Donald Macleod focuses on Balakirev's journey through depression and his discovery of religion - at a time when his popularity was on the wane.
A "saintly prig" he was described as - hugely influential, obstinate, and argumentative, Mily Balakirev saw himself as the 'Father of Russian Music', inheriting the mantle direct from his idol Glinka, whilst also being the pivotal figure at the centre of The Mighty Handful.
Balakirev, now at the height of his career, was invited to conduct the Russian Music Society. His first act was to invite Berlioz to Russia to conduct some of the concerts. Balakirev assisted Berlioz with the chorus, which would influence Balakirev's knowledge of writing for choirs, in hymns such as Let all mortal flesh keep silence.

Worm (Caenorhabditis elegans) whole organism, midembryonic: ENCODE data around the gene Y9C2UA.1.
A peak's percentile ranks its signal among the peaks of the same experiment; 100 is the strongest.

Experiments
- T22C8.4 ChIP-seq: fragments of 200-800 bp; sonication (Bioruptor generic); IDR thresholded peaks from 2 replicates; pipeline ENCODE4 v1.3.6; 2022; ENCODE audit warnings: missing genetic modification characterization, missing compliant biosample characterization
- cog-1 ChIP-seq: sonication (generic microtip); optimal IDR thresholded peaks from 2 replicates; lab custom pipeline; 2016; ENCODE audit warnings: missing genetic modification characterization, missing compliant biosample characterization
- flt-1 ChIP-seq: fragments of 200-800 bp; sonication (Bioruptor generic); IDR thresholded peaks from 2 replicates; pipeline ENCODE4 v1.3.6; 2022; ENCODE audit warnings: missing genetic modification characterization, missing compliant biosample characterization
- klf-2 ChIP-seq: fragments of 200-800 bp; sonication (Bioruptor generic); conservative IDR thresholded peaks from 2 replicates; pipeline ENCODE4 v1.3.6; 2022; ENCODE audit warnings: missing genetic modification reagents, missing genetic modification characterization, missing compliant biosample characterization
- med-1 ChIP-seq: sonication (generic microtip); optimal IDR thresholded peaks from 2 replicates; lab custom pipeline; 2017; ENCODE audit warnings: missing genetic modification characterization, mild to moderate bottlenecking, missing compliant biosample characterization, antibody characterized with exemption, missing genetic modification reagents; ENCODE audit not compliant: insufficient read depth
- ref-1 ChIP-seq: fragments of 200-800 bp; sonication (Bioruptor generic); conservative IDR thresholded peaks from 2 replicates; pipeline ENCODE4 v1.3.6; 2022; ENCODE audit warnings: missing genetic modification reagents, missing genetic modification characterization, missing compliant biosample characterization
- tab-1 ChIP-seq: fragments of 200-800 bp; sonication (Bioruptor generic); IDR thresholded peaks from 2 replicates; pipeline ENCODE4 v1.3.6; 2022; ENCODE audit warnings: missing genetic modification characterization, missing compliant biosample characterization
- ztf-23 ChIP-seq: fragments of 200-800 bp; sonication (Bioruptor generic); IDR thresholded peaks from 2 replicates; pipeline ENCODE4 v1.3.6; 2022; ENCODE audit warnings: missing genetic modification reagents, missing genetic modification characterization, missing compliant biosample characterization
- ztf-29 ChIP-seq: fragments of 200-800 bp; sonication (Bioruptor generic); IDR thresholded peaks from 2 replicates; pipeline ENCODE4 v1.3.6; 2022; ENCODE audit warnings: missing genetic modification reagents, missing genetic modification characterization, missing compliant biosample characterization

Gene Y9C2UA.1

Late 1860's, the tide was turning, and Balakirev's popularity was on the wane. He'd antagonised a powerful adversary in the person of the Grand Duchess Elena Pavlovna, and he soon found himself out of work and looking for employment on the railways. It was during this time that Balakirev turned to religion, with burning lamps flickering in front of icons in every room of his home. Balakirev would later compose a number of religious anthems, including The Prophets, inspired by Heaven.
By the late 1870's, Balakirev was emerging from depression, having not composed anything for a good ten year period. He was now starting to look at old works and revising them, including completing a number of other compositions he'd started, such as his first Symphony influenced by Russian Church chant.